What Is the Relationship Between NIST, FISMA, and FedRAMP?

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As rapid technology changes continue in the defense industry, security, risk, and compliance concerns are at the forefront of every contractor’s mind. With so many different policies and regulations regarding NIST, FISMA, and FedRAMP, how can contractors ensure they know how all three of these entities are connected and function within the U.S. Department of Defense (DoD) community? It all starts with understanding the relationship between NIST and FISMA.


A Dependent Relationship Between NIST and FISMA

NIST (the National Institute of Standards and Technology) creates and releases guidance on best practices in numerous aspects of the hard sciences, including cybersecurity. The NIST Special Publications (SPs) on cybersecurity focus on a wide range of topics, including security, privacy controls, risk management, and business continuity and contingency planning. These NIST standards are an essential aspect of federal information security readiness and lay the groundwork for the government’s approach to information security.

NIST relates to secure file sharing and information governance. To put this standard into the simplest of terms, it covers how you store, access, exchange, and govern sensitive (but unclassified) information with the DoD. Information under NIST 800-171 can be broken into two distinct types, Controlled Technical Information (CTI) and Controlled Unclassified Information (CUI).

When working with NIST, it is hard not to notice its influence and the clear relationship between NIST and FISMA (both the Federal Information Security Management Act of 2002, as well as its update in 2014, known as the Federal Information Security Modernization Act of 2014). For government agencies and contractors to be compliant with FISMA, they need to be compliant with NIST standards, as NIST builds the framework for FISMA.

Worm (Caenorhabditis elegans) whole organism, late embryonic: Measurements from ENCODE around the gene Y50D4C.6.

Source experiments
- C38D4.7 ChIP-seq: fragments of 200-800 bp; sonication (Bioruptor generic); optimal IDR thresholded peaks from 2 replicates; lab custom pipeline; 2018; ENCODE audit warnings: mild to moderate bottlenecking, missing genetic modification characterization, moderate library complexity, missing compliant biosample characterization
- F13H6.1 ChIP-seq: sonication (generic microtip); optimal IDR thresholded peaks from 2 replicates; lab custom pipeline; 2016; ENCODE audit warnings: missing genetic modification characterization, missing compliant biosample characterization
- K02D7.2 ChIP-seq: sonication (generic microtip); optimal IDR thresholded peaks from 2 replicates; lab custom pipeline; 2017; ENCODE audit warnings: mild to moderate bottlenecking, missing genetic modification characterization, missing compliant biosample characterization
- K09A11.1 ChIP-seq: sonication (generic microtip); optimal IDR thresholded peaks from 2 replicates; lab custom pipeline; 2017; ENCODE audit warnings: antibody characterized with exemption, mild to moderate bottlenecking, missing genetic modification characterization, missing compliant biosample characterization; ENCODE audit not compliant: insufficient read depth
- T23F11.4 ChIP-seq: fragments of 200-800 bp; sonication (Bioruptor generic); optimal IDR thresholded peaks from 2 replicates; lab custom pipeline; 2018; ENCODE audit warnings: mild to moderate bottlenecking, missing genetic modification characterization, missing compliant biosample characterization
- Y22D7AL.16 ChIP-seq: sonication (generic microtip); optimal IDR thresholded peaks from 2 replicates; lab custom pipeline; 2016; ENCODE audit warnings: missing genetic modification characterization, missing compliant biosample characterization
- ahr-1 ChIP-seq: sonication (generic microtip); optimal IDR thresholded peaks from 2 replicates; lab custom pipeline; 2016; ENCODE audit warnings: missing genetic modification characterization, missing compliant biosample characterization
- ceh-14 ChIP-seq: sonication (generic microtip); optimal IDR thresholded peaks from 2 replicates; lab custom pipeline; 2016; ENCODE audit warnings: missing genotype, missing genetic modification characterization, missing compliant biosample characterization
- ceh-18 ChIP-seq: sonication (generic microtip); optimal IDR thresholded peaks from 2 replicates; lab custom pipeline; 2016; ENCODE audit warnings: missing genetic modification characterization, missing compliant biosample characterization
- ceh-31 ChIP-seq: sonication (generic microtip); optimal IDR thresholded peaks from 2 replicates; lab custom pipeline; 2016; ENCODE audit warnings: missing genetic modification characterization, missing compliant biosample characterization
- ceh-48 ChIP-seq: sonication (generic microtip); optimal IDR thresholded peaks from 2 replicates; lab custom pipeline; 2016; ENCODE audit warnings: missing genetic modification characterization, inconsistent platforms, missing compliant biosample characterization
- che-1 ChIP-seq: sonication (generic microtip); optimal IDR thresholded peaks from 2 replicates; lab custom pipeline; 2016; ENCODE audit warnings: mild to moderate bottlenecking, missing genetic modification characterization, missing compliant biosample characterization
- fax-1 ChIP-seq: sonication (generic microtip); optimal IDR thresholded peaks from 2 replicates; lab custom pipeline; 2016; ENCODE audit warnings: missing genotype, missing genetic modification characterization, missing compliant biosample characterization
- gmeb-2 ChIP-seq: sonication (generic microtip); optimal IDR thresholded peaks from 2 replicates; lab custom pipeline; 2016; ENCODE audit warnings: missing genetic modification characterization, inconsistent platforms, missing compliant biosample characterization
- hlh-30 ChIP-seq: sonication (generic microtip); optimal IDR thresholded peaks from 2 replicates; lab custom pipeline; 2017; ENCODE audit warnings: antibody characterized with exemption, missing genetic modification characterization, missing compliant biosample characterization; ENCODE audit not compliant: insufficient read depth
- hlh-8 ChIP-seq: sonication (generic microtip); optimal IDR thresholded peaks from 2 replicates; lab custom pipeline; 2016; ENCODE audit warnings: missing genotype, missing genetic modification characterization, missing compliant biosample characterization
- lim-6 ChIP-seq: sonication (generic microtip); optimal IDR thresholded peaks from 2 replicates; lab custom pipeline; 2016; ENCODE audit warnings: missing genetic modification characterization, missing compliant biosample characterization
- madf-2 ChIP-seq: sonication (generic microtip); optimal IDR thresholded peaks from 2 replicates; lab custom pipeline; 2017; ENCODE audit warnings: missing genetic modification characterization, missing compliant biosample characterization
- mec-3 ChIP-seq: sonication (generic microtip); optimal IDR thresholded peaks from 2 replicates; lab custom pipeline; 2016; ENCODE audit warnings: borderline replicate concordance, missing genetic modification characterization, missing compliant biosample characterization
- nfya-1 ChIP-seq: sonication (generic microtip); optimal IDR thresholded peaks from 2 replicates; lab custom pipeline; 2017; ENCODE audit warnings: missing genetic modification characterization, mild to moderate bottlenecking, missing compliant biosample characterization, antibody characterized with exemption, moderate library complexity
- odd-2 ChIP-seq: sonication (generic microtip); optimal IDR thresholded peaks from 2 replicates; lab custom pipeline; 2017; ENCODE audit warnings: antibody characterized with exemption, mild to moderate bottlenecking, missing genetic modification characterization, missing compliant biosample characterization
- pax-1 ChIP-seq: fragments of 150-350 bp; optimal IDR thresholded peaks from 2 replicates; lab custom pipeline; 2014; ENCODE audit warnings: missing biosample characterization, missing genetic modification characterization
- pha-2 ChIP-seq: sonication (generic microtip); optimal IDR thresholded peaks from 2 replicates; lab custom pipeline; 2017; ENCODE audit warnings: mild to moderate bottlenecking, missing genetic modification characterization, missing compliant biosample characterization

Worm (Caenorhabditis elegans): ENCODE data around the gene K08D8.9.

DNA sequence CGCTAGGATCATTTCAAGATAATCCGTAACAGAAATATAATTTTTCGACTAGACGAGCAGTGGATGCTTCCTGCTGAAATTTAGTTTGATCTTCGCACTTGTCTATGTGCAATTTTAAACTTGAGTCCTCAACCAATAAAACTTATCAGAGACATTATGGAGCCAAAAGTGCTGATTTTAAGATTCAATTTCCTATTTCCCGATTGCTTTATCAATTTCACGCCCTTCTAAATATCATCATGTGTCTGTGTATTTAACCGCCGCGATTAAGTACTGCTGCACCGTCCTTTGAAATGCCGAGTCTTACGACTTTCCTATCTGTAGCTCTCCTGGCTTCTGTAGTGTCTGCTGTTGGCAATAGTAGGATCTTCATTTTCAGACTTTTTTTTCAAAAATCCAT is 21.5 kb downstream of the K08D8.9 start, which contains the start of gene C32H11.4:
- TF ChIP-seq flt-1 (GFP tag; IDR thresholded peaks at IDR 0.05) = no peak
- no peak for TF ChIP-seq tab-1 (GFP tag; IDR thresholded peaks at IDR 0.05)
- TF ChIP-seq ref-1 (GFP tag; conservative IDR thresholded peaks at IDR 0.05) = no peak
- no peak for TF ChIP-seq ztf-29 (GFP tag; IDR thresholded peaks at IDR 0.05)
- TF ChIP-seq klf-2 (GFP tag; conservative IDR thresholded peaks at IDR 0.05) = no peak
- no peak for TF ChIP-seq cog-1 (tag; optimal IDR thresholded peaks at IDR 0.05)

How Can a Contractor Demonstrate Compliance with NIST?

There are several steps that a business can take to ensure NIST 800-171 compliance. When evaluating compliance, it is essential to locate and categorize information. Once an organization conducts an evaluation, the organization must then put a limit on information access and ensure a monitoring system is in place to guard against unauthorized access.


Compliance Step # 1: Locate systems in your network that contain CTI/CUI. Businesses need to review all locations where CTI/CUI may be stored. This includes central file shares, endpoints, mail servers, and any system where files may have been shared, stored, or transferred.


Compliance Step # 2: Categorize files and separate out CTI/CUI information. The NIST 800-171 regulation outlines the various categories of CTI/CUI information that must be categorized and labeled accordingly. Due to the wide-ranging nature of CTI/CUI data, there are many different categories that must be used. These categories are described in detail on the National Archives website.


Compliance Step # 3: Limit access to CTI/CUI data to only personnel who are authorized to use such information. This also includes limiting access based on the type of CTI/CUI data as categorized in step #2. For example, an employee who requires access to sensitive financial data would not necessarily require access to sensitive critical infrastructure data, and these types of accesses must be segregated.


Compliance Step # 4: Monitor all systems that have CTI/CUI information on them. Also, keep a log of who accesses the systems and when. This can be done with simple file access monitoring available in most software platforms. However, businesses must ensure the logs are accurate, complete, and preserved for a sufficient duration. Additionally, this monitoring requirement must ensure the information cannot be accessed through the use of “shared” or “non-attributed” accounts, as access logs would not be useful in such cases.


For businesses that partner with the DoD, it is vital to be compliant with NIST 800-171 to continue to work on DoD projects. By going through the simple process outlined above, compliance with NIST 800-171 can be guaranteed and demonstrated in the event of an audit.


How to Stay Compliant with FISMA

The Federal Information Security Management Act (FISMA) requires every federal agency to enact information security protocols for their information, assets, and systems. Not only do these government agencies have to maintain their own security, but also ensure that any other agencies, contractors, or entities handling their information provide for its security.

In addition, agencies must keep records about their information security. Each year, they must evaluate their information security procedures and disclose their findings to the Office of Management and Budget.